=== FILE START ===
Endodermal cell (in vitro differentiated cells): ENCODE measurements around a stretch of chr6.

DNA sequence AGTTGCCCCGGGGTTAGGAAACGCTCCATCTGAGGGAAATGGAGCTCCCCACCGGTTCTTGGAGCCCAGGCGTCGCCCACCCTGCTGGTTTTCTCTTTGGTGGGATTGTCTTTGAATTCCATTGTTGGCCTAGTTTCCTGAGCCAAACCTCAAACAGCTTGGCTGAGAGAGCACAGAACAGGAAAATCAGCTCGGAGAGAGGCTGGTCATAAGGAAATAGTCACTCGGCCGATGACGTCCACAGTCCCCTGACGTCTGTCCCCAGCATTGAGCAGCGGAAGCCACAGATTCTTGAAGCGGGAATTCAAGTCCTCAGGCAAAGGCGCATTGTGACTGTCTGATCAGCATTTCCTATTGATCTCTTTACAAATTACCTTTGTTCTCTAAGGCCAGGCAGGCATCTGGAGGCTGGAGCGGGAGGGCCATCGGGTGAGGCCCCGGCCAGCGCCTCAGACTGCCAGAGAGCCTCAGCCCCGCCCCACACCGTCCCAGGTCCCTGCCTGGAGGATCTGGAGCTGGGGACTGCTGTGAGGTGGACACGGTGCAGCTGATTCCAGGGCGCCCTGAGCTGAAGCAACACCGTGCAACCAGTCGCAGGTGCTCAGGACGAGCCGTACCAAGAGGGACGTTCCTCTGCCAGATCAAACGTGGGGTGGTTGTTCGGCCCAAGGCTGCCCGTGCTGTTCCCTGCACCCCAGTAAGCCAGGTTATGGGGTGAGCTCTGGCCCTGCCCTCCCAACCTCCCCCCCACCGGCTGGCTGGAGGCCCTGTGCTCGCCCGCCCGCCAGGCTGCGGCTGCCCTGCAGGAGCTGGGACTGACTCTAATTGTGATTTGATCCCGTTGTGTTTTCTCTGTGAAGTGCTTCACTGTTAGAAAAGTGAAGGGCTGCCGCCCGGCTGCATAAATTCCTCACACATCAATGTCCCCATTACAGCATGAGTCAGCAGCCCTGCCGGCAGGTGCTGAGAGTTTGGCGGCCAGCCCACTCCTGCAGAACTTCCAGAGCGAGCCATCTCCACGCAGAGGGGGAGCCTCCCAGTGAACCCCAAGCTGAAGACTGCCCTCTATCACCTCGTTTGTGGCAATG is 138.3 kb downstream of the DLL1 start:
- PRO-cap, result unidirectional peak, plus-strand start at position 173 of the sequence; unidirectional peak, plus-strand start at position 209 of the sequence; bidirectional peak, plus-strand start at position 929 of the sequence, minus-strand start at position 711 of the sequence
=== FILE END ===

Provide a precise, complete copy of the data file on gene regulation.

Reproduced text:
Endodermal cell (in vitro differentiated cells): ENCODE measurements around a stretch of chr6.

DNA sequence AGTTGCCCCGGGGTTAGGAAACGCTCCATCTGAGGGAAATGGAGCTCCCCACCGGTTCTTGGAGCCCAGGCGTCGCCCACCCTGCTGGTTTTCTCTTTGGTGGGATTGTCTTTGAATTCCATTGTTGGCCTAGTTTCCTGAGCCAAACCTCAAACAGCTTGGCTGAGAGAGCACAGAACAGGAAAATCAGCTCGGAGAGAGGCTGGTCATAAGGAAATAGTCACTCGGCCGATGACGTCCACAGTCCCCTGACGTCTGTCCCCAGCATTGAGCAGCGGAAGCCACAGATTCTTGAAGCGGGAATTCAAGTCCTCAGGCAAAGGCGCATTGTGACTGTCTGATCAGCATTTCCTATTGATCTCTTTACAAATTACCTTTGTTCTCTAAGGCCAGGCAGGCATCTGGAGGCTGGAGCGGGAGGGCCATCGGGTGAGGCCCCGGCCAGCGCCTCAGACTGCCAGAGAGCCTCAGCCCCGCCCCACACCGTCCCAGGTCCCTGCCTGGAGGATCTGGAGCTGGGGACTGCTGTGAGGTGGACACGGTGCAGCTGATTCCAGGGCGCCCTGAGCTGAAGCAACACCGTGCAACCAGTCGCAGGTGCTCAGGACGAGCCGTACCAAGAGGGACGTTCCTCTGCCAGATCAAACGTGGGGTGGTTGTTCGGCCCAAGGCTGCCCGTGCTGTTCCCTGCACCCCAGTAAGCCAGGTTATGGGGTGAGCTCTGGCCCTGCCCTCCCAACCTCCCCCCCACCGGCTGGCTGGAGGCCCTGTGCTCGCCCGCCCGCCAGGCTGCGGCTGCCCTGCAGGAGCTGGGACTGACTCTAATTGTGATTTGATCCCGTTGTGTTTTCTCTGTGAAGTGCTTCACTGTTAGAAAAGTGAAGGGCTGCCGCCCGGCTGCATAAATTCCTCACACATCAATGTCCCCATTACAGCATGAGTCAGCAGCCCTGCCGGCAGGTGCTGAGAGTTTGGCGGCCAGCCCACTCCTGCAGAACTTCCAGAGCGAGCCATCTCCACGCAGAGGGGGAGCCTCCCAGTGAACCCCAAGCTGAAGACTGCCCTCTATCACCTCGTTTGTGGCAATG is 138.3 kb downstream of the DLL1 start:
- PRO-cap, result unidirectional peak, plus-strand start at position 173 of the sequence; unidirectional peak, plus-strand start at position 209 of the sequence; bidirectional peak, plus-strand start at position 929 of the sequence, minus-strand start at position 711 of the sequence